Tuesday, July 13, 2010

2d Circ. for 2nd Time Rejects FCC Indecency Standard

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The U.S. Court of Appeals for the Second Circuit ruled this week in Fox Television Stations, Inc. et al. v. Federal Communications Commission (Docket Nos. 06-1760, 06-2750, 06-5358) that the FCC's Indecency Policy toward television airwaves is an unconstitutional violation of the First Amendment.

In 2007, a three-judge panel of the 2d Circuit found the FCC's indecency policy "arbitrary and capricious" under the Administrative Procedure Act( ("APA") [5 U.S.C. sec. 706(2)(A)]. The U.S. Supreme Court reversed the ruling  in Fox Television Stations, Inc. v. FCC, 129 S.Ct. 1800 (2009), upholding the validity of  the APA and ordering the 2d Circuit to consider the plaintiffs' constitutional arguments on remand.

The appellate court concluded the FCC's policy: "violates the First Amendment because it is unconstitutionally vague, creating a chilling effect that goes far beyond the fleeting expletives at issue here." The 2d Circuit, noting in its 32-page decision that the Supreme Court protects indecent speech (Reno v. ACLU, 521 U.S. 844 (1997)), said the FCC's current policy fails constitutional scrutiny, but left open the possibility that the agency conceivably could enact indecency rules that might pass constitutional muster.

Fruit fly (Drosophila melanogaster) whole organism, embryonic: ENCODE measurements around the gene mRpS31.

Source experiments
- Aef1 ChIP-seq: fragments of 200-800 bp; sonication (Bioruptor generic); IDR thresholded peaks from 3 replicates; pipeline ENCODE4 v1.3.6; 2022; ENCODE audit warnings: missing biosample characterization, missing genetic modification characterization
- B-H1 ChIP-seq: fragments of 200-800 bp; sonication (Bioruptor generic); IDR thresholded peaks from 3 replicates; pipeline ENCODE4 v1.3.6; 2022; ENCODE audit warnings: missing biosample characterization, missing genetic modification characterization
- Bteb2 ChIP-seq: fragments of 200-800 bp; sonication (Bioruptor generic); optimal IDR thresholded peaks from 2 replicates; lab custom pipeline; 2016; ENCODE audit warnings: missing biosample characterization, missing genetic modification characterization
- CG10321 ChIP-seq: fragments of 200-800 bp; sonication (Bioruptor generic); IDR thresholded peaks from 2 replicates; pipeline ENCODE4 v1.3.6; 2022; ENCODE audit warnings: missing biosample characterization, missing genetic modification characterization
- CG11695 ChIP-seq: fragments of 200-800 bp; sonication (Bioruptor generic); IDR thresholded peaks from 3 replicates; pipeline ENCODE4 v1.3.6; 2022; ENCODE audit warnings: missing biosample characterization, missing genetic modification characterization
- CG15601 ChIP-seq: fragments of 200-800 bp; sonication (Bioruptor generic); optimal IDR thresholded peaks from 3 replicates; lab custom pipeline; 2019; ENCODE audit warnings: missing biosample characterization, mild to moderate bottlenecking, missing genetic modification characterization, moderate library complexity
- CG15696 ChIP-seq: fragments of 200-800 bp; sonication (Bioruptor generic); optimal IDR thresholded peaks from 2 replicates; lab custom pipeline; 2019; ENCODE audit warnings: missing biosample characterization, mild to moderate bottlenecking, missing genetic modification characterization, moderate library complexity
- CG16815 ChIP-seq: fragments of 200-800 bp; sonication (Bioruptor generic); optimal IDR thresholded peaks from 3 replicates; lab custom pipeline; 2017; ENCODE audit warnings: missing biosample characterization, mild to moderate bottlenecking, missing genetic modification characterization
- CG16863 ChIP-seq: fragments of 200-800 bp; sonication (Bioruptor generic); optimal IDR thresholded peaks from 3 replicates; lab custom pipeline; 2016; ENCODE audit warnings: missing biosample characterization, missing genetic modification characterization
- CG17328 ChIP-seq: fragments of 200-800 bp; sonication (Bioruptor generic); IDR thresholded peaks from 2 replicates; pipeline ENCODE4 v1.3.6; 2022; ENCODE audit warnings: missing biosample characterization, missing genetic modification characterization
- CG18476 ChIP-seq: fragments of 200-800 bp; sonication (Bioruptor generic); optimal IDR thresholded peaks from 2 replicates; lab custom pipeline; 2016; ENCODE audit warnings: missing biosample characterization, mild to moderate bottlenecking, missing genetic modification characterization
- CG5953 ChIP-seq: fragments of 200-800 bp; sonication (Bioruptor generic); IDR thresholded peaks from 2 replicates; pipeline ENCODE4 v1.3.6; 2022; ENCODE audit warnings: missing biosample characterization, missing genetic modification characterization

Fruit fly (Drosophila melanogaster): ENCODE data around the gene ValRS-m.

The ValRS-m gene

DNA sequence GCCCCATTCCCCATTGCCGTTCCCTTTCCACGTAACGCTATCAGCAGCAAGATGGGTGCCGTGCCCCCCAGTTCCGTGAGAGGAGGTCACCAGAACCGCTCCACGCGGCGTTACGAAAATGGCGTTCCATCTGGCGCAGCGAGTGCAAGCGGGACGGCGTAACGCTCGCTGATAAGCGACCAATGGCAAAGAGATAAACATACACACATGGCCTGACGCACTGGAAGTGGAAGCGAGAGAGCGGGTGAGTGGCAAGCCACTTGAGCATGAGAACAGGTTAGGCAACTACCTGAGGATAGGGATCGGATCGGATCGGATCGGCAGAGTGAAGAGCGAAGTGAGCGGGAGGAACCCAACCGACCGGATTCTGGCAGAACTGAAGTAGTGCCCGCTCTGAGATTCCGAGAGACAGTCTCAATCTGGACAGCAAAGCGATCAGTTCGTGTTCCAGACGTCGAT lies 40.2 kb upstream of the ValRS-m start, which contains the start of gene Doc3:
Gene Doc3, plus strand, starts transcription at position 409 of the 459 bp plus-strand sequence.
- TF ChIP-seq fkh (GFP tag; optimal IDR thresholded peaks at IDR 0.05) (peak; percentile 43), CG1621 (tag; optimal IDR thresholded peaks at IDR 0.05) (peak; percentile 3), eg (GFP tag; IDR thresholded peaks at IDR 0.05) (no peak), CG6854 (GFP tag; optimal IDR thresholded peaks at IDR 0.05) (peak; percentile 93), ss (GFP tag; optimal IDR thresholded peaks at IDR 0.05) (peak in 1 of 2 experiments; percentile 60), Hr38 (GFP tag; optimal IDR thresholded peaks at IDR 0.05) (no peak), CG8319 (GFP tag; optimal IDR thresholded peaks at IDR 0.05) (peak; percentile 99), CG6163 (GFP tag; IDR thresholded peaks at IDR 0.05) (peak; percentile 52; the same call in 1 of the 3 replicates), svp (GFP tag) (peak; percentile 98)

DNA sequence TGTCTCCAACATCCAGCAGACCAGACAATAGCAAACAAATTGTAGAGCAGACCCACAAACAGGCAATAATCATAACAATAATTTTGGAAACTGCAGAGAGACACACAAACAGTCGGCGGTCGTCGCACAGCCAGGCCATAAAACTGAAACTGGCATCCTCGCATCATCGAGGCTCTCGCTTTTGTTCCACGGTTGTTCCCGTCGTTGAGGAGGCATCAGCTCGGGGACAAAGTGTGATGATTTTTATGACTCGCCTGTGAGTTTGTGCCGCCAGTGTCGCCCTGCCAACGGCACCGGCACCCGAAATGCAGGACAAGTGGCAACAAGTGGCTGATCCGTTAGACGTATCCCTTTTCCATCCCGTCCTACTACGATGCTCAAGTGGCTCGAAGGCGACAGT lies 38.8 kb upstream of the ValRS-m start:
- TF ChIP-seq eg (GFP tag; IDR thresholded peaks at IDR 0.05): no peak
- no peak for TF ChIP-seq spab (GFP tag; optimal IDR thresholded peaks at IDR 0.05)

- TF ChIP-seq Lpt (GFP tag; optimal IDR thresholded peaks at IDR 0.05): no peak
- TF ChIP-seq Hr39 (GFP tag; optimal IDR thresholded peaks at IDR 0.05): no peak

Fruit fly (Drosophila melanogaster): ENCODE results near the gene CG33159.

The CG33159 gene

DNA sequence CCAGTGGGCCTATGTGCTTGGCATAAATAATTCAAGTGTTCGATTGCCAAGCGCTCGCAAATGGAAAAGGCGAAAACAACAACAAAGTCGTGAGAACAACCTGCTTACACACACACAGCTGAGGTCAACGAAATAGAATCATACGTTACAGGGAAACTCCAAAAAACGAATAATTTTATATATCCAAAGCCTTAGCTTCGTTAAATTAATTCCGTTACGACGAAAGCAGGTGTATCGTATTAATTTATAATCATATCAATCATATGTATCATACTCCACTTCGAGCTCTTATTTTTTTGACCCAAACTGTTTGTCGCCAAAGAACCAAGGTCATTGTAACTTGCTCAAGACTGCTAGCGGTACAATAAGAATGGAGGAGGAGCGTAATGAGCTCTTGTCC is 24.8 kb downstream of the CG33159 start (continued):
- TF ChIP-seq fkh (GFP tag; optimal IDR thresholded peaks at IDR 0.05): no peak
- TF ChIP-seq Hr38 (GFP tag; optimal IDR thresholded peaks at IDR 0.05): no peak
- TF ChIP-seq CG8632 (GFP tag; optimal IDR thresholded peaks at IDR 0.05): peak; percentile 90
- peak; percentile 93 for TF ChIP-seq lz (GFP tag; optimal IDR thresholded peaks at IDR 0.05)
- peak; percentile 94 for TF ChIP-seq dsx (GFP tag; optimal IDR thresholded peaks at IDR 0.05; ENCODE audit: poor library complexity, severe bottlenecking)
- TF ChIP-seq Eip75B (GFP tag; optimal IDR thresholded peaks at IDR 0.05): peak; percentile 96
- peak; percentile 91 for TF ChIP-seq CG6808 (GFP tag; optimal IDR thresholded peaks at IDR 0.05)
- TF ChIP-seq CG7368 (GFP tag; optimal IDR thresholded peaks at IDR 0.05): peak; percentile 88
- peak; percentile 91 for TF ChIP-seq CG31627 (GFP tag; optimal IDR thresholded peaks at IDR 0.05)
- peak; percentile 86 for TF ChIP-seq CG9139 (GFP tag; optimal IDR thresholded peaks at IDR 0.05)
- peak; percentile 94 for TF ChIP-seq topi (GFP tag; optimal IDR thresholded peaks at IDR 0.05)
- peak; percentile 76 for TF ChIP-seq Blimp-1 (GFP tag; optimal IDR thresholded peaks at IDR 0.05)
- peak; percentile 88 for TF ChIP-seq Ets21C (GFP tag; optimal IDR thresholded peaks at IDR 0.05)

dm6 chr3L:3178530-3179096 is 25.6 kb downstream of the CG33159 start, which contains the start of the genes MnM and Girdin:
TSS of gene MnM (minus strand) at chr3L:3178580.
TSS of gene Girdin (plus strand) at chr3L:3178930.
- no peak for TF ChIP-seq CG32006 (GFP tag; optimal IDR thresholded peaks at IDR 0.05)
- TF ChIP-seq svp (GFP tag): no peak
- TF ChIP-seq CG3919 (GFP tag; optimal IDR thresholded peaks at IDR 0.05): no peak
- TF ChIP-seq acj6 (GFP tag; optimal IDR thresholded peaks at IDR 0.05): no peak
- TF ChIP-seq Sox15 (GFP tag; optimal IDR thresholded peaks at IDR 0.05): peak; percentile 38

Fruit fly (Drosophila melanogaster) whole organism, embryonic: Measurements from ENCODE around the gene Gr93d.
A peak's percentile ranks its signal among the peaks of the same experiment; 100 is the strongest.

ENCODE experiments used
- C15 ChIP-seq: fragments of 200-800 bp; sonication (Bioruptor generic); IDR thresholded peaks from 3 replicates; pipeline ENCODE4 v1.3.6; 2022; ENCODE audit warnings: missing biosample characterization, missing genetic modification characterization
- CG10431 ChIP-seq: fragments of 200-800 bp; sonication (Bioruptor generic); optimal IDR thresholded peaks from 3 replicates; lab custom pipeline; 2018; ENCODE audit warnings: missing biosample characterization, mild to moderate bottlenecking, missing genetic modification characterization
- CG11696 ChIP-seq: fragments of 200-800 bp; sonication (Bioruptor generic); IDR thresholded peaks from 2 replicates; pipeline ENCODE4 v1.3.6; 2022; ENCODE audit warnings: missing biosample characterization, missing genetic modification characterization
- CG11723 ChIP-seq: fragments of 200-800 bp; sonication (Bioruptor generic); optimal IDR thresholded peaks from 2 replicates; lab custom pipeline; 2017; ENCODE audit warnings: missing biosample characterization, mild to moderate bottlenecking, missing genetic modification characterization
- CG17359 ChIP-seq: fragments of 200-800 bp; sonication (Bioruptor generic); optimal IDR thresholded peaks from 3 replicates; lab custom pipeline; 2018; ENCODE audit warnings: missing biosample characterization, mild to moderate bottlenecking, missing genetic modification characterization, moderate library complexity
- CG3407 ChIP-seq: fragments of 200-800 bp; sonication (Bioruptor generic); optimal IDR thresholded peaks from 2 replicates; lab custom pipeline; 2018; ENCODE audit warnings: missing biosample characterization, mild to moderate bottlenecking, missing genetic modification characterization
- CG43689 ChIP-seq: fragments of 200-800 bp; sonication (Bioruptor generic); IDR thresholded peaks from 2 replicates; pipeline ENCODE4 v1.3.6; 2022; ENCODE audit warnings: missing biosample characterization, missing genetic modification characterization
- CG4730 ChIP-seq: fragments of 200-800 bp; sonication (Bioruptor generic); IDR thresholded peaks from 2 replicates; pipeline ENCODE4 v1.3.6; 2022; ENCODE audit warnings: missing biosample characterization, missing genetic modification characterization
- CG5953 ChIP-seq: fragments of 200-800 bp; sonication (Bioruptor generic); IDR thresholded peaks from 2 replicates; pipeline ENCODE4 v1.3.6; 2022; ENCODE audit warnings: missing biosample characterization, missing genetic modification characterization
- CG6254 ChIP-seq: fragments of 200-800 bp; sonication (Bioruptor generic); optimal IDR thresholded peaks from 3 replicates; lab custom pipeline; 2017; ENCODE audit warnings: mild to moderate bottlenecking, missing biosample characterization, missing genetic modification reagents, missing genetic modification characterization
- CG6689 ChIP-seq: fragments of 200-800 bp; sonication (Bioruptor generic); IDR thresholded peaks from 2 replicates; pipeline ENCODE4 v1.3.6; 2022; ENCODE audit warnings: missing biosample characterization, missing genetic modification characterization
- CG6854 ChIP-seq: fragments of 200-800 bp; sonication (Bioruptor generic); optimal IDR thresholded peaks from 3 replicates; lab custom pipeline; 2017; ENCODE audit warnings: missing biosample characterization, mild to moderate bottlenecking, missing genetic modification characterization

The 2d Circuit offered an example of the vagueness of the FCC indecency rules, pointing out that the FCC found the use of the word bullshit in an episode of the now-defunct  cop show NYPD Blue patently offensive, but had no problem with the use of the words dick and dickhead in the same episode. Under its 2001 Industry Guidance, the FCC said finding content indecent required determining: 1) a description or depiction of sexual or excretory organs or activities and 2) the broadcast was patently offensive as measured by contemporary community standards for the broadcast medium.

The appellate court granted the plaintiffs' petition for review.

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